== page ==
Many useful algorithms are recursive in structure: to solve a given problem, they call themselves recursively one or more times to deal with closely related subproblems.
These algorithms typically follow a divide-and-conquer approach: they break the problem into several subproblems that are similar to the original problem but smaller in size, solve the subproblems recursively, and then combine these solutions to create a solution to the original problem.

The divide-and-conquer paradigm involves three steps at each level of the recursion:

  • Divide the problem into a number of subproblems that are smaller instances of the same problem.
  • Conquer the subproblems by solving them recursively. If the subproblem sizes are small enough, however, just solve the subproblems in a straightforward manner.
  • Combine the solutions to the subproblems into the solution for the original problem.

The merge sort algorithm closely follows the divide-and-conquer paradigm. Intuitively, it operates as follows.

  • Divide: Divide the n-element sequence to be sorted into two subsequences of n=2 elements each.
  • Conquer: Sort the two subsequences recursively using merge sort.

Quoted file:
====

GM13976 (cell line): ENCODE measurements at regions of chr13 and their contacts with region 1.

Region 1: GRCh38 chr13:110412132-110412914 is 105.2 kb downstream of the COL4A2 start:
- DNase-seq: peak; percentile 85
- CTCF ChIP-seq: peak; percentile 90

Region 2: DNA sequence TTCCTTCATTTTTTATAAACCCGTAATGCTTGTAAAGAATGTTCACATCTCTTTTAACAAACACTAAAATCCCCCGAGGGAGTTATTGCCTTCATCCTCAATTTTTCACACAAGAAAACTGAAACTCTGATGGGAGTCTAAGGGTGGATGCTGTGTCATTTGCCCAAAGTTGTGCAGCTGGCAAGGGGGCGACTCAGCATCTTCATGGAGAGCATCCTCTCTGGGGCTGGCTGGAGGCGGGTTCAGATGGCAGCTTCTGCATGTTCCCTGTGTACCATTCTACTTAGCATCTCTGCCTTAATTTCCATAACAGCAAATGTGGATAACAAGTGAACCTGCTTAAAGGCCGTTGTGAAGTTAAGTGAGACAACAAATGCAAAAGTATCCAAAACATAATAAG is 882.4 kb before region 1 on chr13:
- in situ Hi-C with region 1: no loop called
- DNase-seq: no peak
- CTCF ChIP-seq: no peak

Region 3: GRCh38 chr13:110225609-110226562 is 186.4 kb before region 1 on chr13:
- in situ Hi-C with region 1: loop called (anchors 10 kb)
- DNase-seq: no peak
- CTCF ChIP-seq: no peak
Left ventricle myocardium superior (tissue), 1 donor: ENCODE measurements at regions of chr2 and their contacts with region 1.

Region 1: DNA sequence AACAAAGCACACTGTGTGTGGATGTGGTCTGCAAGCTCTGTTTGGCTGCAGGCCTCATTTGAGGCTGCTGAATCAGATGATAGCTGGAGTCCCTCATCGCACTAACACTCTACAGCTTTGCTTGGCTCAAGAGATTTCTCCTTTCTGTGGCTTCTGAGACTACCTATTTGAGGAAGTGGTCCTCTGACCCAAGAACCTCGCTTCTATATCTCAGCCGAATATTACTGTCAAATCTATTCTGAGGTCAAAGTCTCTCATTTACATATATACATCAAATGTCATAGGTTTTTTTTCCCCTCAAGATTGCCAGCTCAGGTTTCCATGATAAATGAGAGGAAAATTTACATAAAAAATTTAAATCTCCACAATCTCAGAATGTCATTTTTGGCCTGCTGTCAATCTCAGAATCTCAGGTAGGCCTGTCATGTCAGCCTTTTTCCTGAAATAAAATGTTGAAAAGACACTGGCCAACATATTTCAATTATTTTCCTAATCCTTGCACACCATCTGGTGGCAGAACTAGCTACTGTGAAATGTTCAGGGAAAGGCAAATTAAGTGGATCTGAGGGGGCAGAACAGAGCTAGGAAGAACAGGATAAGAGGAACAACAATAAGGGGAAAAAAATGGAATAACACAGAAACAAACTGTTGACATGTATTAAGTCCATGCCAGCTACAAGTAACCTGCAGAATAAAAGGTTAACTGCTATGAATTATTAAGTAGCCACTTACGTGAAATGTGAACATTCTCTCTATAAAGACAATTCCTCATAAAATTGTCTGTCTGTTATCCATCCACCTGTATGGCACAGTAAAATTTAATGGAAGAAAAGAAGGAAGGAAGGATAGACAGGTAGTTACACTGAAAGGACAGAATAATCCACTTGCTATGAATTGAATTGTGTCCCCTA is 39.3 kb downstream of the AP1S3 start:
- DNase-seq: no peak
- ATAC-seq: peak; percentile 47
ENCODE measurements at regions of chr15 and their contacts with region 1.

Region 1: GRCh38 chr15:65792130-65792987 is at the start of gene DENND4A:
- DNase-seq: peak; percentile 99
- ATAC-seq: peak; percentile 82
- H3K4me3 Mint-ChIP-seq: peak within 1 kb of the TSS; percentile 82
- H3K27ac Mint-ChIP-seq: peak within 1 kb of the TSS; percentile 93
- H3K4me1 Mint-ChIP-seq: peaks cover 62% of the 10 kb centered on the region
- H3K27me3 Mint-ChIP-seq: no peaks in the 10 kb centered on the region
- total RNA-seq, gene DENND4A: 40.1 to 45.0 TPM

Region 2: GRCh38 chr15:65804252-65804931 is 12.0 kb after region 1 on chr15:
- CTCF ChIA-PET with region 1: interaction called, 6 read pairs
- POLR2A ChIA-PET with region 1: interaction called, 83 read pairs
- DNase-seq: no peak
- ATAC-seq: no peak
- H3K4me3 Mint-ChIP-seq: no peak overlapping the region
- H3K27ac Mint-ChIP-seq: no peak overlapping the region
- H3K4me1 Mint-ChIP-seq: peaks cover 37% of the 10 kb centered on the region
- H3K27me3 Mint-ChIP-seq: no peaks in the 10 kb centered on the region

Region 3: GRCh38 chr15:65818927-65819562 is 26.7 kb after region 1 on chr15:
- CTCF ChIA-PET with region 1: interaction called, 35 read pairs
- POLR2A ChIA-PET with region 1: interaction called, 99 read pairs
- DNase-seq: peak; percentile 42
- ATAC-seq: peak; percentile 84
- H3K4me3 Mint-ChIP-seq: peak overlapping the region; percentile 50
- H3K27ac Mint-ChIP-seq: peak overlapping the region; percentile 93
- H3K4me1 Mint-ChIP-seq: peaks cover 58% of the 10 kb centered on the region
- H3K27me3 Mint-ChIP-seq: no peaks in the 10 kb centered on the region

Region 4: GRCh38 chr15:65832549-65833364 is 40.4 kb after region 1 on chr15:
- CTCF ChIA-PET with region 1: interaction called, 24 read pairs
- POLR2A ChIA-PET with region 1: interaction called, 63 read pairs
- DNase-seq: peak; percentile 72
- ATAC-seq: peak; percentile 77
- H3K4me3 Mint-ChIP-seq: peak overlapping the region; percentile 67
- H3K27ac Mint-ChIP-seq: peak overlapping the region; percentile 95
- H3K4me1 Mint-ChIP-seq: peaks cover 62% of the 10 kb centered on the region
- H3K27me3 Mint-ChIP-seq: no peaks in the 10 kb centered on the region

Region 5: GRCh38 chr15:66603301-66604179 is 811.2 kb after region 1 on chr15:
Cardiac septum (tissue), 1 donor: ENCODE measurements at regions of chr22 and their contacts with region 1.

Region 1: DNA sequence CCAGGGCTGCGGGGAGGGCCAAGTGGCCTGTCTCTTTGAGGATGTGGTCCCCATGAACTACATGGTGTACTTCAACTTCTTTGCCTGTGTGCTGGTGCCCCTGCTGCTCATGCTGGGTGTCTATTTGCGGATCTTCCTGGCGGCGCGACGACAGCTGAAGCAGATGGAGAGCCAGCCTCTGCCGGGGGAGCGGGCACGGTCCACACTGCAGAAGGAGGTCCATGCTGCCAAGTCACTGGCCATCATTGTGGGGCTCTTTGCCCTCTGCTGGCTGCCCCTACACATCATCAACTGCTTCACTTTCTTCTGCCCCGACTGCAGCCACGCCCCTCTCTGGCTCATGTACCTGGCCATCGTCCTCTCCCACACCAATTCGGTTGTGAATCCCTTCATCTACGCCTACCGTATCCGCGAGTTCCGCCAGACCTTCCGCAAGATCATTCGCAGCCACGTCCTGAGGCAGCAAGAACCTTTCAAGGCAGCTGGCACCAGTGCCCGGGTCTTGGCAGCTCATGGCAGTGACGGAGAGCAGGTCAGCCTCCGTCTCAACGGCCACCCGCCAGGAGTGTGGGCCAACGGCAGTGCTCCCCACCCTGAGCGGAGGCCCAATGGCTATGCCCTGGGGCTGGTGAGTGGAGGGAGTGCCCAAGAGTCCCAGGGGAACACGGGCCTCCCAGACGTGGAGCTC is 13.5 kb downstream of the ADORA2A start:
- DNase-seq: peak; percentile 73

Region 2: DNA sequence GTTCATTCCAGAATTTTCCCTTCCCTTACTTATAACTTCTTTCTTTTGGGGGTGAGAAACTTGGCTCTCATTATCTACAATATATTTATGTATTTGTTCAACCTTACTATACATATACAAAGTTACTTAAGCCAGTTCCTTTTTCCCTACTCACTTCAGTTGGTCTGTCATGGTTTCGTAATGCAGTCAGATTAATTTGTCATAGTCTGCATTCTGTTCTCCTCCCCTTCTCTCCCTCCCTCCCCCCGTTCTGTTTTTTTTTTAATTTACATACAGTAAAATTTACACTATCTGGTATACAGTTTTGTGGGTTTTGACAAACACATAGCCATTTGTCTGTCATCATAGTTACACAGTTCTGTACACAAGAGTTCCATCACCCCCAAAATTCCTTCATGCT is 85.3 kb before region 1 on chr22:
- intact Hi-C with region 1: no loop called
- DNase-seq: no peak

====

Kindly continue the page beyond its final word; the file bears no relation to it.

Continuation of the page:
• Combine: Merge the two sorted subsequences to produce the sorted answer.

here is a basic code in python

import sys
SENTINEL = sys.maxint

def merge(input\_array,first,middle,last):
   n1 = middle - first + 1
   n2 = last - middle

   L = [None for t in range(n1+1)]
   R = [None for t in range(n2+1)]

   for i in range(n1):
       L[i] = input\_array[first + i - 1]
   for j in range(n2):
       R[j] =input\_array[middle + j]

   L[n1] = SENTINEL
   R[n2] = SENTINEL

   i = 0
   j = 0 
   for k in range(first-1,last): 
       if L[i] <= R[j]:
           input\_array[k] = L[i]
           i = i + 1
           input\_array[k] = R[j]
           j = j + 1

def mergeSort(input\_array,first,last):
   if first < last:
       middle =  int((first + last)/2) 
       mergeSort(input\_array,middle + 1,last)

arr = [5,2,4,7,1,3,2,6]

print arr

Hope this helps ;)